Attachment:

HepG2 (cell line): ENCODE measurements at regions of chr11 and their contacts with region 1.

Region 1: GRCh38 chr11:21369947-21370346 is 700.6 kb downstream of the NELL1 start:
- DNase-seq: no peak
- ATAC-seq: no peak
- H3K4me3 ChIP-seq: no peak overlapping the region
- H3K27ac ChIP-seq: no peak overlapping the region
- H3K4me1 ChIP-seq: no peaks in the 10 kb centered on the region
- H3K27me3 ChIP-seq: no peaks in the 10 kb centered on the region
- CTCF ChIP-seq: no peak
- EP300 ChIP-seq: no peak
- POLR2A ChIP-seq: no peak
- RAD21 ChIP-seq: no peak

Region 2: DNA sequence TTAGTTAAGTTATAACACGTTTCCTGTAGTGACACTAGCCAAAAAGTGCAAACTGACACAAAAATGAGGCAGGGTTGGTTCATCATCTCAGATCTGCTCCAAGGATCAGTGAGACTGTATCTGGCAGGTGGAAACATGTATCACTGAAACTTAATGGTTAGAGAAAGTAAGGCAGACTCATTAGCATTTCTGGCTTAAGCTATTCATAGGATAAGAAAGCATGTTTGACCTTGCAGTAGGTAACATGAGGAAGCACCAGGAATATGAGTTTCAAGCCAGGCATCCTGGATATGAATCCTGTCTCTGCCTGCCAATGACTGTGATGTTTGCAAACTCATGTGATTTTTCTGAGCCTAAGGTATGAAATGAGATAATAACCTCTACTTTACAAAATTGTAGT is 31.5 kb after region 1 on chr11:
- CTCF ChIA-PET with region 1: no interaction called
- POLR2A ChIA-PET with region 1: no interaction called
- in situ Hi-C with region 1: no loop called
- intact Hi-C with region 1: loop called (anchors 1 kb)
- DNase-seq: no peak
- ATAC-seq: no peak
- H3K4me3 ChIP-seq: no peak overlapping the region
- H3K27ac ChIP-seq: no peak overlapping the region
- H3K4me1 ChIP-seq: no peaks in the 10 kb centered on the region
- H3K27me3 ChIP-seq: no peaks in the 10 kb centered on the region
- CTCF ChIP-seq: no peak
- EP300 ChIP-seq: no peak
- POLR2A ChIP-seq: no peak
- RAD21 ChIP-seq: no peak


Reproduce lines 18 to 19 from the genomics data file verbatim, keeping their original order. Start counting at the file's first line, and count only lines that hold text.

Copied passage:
- DNase-seq: no peak
- ATAC-seq: no peak